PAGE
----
Apple School?

Discussion in 'Apple, Inc and Tech Industry' started by edtorious, Jun 20, 2008.

  1. edtorious macrumors 65816

    edtorious

    Joined:
    Aug 14, 2007
    Location:
    San Diego, California
    #1
    Hello, I recently switch from PC to Mac :apple: and I'm glad I did. Now I want to go back to school and learn all about Mac, but it seems I cannot find like a technical school i.e. www.itt-tech.edu. that will teach all about Mac. All I can find are these training centers:confused: training.apple.com, And they are so expensive:eek:, does this training centers offer like student loans? So my question is for a guy like me who doesn't have a college degree but decides to go through all this training and certifications from Apple, will I be able to get a job in the Apple IT industry? I've yet to research if Apple IT jobs are on demand nowadays, I'm going to check out the classified ads to see if it's worth doing this. Doesn't Apple have their own schools or university of some kind?

    Maybe I should just go to the free workshops Apples Stores are offering:rolleyes::D. Your help or suggestions will be greatly appreciated. Thanks.

     
  2. martychang macrumors regular

    Joined:
    Sep 3, 2007
    #2
    I haven't done any Apple Training/Certs though I really want to. I can say some things however.

    It seems to me that the best way to learn the stuff would be through Apple's official books on the subject(someone tell me if I'm wrong). They're certified bay Apple to have all the relevant material, and they'll be way less expensive than the classes. You'll just have to buy your own copy of OS X Server if you want hands on with the Server solutions, which is unfortunate.

    As for Apple IT opportunities I'm sure there are some out there but I wouldn't bet my livelihood on it personally. Basically know and be certified in Microsoft/Linux and then know Apple too, and get hired on the former. Then if there are any Macs are your place of business you'll very likely be the only one who knows what they're doing with them, and end up working on them plenty. This is what I plan to do, it's modest but I like to keep my dreams in check :p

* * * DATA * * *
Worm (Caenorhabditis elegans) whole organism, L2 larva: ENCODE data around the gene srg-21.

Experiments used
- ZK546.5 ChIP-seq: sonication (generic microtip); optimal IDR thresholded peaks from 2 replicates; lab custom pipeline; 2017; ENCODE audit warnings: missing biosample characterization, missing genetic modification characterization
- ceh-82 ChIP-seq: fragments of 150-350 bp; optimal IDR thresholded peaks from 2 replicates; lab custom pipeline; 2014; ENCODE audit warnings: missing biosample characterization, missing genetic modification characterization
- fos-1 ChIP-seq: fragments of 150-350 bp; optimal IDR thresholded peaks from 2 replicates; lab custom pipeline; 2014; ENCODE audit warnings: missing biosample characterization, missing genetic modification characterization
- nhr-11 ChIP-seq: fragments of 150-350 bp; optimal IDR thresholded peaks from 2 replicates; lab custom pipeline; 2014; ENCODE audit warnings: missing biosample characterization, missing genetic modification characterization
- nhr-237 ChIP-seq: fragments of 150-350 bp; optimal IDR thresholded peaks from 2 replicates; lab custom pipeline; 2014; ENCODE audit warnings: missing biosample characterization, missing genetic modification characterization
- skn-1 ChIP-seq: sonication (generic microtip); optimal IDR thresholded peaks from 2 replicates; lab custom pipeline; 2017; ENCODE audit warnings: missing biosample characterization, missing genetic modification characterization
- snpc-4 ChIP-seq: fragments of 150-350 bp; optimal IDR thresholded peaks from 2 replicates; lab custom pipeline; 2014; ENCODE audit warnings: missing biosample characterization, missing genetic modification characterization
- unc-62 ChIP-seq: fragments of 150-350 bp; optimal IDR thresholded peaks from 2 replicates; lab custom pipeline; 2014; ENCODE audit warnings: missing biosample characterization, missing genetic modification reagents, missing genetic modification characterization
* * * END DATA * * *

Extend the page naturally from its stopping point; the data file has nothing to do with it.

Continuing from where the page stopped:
3. Sky Blue Guest

    Sky Blue

    Joined:
    Jan 8, 2005
    #3
    Apple IT opportunities are pretty scarce and usually found in bigger markets. You would still need to know Microsoft stuff and maybe Linux. I work with a lot of Apple stuff as a system administrator but I still touch a lot of MS stuff. I had to get a lot of MS experience first and wouldn't have got much opportunity without my degree.

    The Apple certs are worth getting but only coupled with a degree and experience.

    If you're really serious about it, look at maybe a 2-year general IT degree or getting some experience. Once you're in the field you can look for an opportunity with Apple equipment.

    For the Apple certs, the exams cost $200 and the books are about $30-$40, so you can get one certification for about $250.
     
  4. yeroen macrumors 6502a

    yeroen

    Joined:
    Mar 8, 2007
    Location:
    Cambridge, MA
    #4
    The most important thing to remember is that Mac OS X is a UNIX flavor. Learn your way around UNIX and the UNIX shell, and you've learned practically everything you need to know about administering Macs.
     
  5. Sky Blue Guest

    Sky Blue

    Joined:
    Jan 8, 2005
    #5
    Nope.
     
  6. yeroen macrumors 6502a

    yeroen

    Joined:
    Mar 8, 2007
    Location:
    Cambridge, MA
    #6
    You'll probably disagree with me again, but what I meant was that the mechanics of using or administering a set of UNIX machines (linux, bsd, solaris, etc.) are largely unchanged if those *nix machines are replaced with Macs. There are differences here and there of course (for example, no /etc/shadow on OS X), but it's more one of flavor. Contrast this to the case of Windows, which is a completely different experience altogether.
     
  7. twoodcc macrumors P6

    twoodcc

    Joined:
    Feb 3, 2005
    Location:
    Right side of wrong
    #7
    Wirelessly posted (Mozilla/5.0 (iPhone; U; CPU like Mac OS X; en) AppleWebKit/420.1 (KHTML, like Gecko) Version/3.0 Mobile/4A102 Safari/419.3)

    I'm in a similar boat, but I'm going for a degree first
     

Share This Page